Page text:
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Vineyard (Photo: Karsten Wurth on Unsplash)
02 April 2020

Coronavirus fear threatens Australia’s wine industry

Australia | With the 2020 harvest underway, it came as a relief to 2500 wine businesses and 6000 grape growers that their industry has been classed as an essential service during the covid-19 pandemic.

This means that the harvest can continue – it usually runs from late January to late April – and that state-imposed border shutdowns will not affect agricultural supply chains.

After many vintners have endured drought, bushfires destroying vineyards and smoke tainting their grapes, and now a sales collapse because of the current lockdown, one of the country’s largest wine brands, Jacob’s Creek (owned by Pernod Ricard) took an unprecedented step.

On 23 March 2020 it warned the government that if the industry shutdowns (those providing non-essential services) were extended to growers and wineries, a year’s worth of wine production could be lost.

Fires are out, but …

For more than five months, bushfires blazed. The flames are out, but the impact on the Australian wine industry is still being assessed. There are no official figures on the exact acreage of vineyards that have been lost – nor the value to the industry – because vintners must see how vines recover both from the fires and the searing heat over the next year, media report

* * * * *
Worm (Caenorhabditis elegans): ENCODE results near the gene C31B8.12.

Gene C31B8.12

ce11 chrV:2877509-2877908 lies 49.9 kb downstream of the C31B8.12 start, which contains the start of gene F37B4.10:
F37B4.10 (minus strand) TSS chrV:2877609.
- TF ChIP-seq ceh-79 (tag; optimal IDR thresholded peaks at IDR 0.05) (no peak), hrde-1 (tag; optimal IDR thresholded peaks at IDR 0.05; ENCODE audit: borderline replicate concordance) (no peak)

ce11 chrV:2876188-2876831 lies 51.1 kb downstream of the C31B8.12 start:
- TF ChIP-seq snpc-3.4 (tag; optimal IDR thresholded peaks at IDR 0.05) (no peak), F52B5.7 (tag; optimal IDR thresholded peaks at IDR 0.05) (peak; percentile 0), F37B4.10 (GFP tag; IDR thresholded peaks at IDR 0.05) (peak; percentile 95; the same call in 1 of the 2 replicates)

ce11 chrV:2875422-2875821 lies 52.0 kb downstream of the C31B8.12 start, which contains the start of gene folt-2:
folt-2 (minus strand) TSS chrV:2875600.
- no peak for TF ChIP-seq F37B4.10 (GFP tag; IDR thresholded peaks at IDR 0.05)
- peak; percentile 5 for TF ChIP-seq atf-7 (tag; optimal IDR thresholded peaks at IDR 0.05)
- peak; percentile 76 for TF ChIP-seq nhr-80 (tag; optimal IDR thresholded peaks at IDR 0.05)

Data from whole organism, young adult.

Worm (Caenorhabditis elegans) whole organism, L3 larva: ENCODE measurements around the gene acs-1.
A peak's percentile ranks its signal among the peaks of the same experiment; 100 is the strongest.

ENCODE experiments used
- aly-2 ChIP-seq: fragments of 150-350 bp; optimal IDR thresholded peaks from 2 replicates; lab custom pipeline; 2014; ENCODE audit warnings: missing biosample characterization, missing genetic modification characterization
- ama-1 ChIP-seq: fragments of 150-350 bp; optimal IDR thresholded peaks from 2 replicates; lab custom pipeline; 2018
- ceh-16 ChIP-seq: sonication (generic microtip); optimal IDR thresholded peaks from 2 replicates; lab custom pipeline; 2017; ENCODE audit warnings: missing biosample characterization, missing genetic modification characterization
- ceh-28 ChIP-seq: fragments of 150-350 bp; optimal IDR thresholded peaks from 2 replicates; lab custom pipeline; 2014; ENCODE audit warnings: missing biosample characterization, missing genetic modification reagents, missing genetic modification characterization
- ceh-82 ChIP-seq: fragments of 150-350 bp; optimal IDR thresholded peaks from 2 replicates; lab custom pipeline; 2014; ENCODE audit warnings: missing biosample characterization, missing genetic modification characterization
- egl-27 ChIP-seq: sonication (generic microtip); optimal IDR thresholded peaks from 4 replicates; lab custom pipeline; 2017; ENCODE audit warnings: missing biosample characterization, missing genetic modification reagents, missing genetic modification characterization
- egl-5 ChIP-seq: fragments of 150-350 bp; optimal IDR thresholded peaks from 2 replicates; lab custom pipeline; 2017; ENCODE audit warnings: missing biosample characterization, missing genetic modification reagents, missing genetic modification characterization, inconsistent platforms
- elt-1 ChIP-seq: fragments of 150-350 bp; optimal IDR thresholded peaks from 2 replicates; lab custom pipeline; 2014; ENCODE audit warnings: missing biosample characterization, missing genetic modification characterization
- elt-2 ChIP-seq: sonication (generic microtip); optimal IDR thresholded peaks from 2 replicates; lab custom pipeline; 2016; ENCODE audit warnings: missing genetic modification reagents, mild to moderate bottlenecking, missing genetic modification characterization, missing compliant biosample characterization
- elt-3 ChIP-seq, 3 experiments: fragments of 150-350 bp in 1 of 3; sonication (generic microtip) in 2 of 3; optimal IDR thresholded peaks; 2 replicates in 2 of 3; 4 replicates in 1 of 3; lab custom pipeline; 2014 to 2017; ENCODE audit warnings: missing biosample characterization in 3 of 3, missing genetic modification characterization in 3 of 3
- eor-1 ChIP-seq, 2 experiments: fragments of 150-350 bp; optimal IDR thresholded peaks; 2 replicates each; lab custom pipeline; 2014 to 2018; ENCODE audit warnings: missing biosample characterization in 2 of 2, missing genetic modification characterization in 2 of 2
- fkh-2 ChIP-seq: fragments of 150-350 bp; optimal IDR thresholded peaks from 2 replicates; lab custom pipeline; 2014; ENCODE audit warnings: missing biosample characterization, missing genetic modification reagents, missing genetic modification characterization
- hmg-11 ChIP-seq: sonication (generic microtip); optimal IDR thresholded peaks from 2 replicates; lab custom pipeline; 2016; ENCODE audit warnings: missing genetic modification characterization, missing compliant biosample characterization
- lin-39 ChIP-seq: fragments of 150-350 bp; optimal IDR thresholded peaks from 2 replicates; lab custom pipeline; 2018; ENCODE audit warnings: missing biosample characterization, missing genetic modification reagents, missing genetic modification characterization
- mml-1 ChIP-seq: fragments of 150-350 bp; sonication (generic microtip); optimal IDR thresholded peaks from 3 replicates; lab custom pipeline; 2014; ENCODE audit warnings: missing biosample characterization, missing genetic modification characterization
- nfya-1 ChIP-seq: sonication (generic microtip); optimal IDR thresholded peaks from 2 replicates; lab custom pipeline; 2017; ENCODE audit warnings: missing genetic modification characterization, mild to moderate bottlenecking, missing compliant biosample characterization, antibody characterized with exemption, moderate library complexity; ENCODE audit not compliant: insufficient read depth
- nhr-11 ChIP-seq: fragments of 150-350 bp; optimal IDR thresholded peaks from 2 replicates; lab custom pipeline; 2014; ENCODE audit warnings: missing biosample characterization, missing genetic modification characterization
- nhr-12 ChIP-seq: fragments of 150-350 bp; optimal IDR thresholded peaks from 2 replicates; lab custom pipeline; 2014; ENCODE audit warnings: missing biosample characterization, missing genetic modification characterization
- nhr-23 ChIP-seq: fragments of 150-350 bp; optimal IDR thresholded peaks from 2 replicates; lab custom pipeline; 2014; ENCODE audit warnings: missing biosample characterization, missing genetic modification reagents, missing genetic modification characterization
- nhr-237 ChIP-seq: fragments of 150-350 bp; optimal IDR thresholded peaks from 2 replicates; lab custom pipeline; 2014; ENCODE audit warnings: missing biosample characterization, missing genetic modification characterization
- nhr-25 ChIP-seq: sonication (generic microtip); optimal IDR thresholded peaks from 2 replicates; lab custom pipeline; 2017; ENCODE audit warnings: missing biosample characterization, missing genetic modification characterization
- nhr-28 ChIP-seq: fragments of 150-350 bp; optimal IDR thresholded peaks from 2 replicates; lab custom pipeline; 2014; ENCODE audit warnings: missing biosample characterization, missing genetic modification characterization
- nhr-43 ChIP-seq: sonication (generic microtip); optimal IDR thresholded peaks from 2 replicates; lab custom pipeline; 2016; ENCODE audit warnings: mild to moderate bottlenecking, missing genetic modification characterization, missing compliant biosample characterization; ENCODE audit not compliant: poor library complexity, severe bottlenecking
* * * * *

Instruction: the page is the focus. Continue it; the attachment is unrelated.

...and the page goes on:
Only three of the country’s 65 wine regions – Adelaide Hills and Kangaroo Island in South Australia and the Tumbarumba region of New South Wales – suffered burnt vineyards. Some may have to be replanted, while others may recover.

Exports could dip

Observers say that many vignerons are currently cutting burnt vines off below the current fruiting branches to encourage them to grow new fruiting canes for next year – or the one after. This is clearly preferable to having to plant new vines, which could take four to five years before vintners will see a return on their investments.

However, the biggest impact of all may be smoke taint. It is too early to say to what extent grapes were affected by the smoke, but several wineries have reported that they expect to sell no wines from the 2020 vintage.

Australia exports about 60 percent of its wine production. It ranks fourth among the world’s major wine exporters, behind France, Italy and Spain. In 2019, exports grew 3 percent in value to AUD 2.91 billion (USD 2 billion). China alone imported Australian wines worth over AUD 1.2 billion (USD 850 million).

At this stage it is hard to predict how the coronavirus pandemic will impinge on Australia’s wine exports, let alone domestic sales.  

Wine Australia, an industry association, estimates that overall, grape growers and winemakers as well as wine tourism operators contribute about AUD 45.5 billion (USD 33 billion) to the nation’s economy and the sector supports close to 164,000 direct and indirect full and part-time jobs.